But, I’ll also never forget being 16 and helpless, when her father passed away suddenly. I’ll never forget walking over to her house every day that week, and just sitting with her most of the time while she choked back tears, while I couldn’t think of something to say – absolutely speechless for the first time in my life. We didn’t speak much on those days, but I knew I had to be there. Even if it was just her and a deafening silence, being there was what she needed and so I did it. I also knew I had to be there at her Grandpa’s wake, because I missed her father’s and I was never going to miss another moment when she needed me again. Good or bad, Katie and I were always going to be there for one another.

Katie’s family is mine. Her aunts and uncles all know me by name, her grandparents hug and kiss me every time they see me, and I always make sure to stop by every once and a while at her home just to say hello to her mom (who treats me like a son), and to her brother and sister. There’s countless cliche phrases to describe what me and Katie have, that friend that as close as any family member, and I wouldn’t have it any other way.

But now, things are different.

I’m 22 and so is she, we both recently just finished college and now we’re moving on to future endeavors. She’s pursuing a professional athletic career, I’m struggling to find my footing as a journalist. So far, I’d say we’re both doing a pretty decent job. But the thing that sucks is that the closer we get to furthering our careers, the farther away we get from each other – and I mean that in a literal sense. I’m currently residing in Cleveland, living at home, and working full-time for a television station, but she has moved all the way to Tennessee. She’s going to be an olympian (I can’t even make that up, she’s seriously going to be an olympic pole vaulter), and so she’s living down South to train year round. It’s not the first time we haven’t lived next door to each other, but it’s the first time it feels permanent.

We went to grade school together, all the way through high school, Pre-K through Senior year. When we went to separate colleges, it didn’t matter that we were going away from each other, though saying goodbye wasn’t that fun. We always knew that we’d end up back home, right next door to each other, even if it was only for a few days, weeks, or months at a time. One way or another we’d always be back to that street that we always knew, to the same old block that raised us both so well. But just a few weeks ago, she was home visiting and we got breakfast before she headed back to Tennessee. When I left, I got up from the table, and it hit me that I didn’t know when I’d see her next. I didn’t even have an approximate guess. That was the first time in my entire life that had happened, and it was the worst feeling in the entire world.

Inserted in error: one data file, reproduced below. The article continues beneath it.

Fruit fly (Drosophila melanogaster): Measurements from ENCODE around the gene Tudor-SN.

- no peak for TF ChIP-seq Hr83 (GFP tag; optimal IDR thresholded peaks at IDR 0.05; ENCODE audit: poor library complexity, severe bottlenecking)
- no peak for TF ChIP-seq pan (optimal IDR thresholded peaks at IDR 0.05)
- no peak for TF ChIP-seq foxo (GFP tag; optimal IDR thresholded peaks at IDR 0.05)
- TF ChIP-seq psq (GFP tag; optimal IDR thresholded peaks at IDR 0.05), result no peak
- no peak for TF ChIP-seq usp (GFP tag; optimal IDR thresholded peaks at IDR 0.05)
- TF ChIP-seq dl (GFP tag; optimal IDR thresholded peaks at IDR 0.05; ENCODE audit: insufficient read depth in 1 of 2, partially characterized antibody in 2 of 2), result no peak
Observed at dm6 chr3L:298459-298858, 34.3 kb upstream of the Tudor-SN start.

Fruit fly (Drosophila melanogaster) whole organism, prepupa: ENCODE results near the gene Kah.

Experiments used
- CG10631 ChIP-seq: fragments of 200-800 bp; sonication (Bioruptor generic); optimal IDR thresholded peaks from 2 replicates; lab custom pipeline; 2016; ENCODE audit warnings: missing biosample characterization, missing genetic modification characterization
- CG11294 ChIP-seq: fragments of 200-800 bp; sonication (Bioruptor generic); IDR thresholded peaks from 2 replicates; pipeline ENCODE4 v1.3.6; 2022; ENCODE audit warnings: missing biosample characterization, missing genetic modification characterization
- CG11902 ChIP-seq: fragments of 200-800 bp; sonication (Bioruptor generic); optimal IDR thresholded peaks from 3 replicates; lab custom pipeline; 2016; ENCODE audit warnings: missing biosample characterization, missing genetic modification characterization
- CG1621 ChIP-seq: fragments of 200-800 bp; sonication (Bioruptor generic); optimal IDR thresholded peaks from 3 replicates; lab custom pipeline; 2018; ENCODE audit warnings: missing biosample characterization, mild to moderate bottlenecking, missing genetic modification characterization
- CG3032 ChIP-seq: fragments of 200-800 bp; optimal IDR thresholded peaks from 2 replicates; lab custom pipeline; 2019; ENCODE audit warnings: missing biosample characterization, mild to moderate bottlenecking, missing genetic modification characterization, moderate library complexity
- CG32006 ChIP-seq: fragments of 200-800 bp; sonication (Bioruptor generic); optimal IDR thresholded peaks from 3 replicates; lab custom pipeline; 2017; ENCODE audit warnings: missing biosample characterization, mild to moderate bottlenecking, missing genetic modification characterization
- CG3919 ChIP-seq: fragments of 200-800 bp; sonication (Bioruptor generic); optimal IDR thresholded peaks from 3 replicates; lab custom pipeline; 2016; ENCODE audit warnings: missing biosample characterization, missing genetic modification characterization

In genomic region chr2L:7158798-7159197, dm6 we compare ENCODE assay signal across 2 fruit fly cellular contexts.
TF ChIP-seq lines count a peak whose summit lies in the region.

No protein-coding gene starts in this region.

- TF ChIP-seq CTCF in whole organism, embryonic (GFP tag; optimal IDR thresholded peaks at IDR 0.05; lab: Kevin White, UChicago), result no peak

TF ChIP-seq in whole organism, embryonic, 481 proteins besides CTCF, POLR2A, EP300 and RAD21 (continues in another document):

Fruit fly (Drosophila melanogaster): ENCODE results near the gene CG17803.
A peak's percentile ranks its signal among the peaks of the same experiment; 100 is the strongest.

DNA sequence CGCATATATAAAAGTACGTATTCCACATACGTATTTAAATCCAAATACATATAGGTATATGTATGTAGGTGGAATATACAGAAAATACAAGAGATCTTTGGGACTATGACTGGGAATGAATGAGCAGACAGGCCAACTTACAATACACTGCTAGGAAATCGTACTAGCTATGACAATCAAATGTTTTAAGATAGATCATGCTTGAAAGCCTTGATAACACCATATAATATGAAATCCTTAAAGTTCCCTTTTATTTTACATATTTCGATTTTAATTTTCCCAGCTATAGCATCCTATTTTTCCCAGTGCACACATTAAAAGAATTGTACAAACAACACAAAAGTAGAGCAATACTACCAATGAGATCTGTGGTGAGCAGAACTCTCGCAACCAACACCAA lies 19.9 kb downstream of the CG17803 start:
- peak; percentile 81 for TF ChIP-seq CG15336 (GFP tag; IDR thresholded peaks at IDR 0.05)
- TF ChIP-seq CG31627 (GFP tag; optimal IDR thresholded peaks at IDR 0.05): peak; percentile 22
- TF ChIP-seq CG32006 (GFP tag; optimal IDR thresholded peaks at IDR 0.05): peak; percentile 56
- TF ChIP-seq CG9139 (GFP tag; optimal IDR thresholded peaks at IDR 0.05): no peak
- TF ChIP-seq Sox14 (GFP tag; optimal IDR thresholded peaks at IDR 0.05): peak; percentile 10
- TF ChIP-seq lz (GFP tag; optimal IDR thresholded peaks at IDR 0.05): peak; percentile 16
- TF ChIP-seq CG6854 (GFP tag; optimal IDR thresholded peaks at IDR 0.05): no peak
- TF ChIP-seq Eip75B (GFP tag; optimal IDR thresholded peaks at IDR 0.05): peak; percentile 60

See, that’s the thing that’s so awful about getting older. It’s not the bills, it’s not the responsibilities, it’s not the jobs, or one of the many other petty things that people will complain about on a day to day basis. Getting older is incredible in many ways, but the one aspect where it’s a total train wreck is the way it tears us apart from the ones that we once used to love so dearly. Whether that be a family member, a classmate, or a girl that you once threw used underwear on her face; sometimes you have to walk away from that table, and not know when you’ll see them again. You have to walk away not knowing when you’ll see the person you told everything to, the person you held while they cried because the worst thing imaginable happened to them, the person you used to have water gun fights with, the person that used to sneak outside late at night just so you could sit around and talk for an hour, you have to walk away and not know when you’ll ever be able to do things like that again. And yes, technology makes this stuff a lot easier now. But when you’ve lived right next door to someone for 20 years, and they’ve watched you grow from a child to an adult; from a boy to a man; from a friend to family member; sometimes it’s just not the same.

And that’s the worst. TC Mark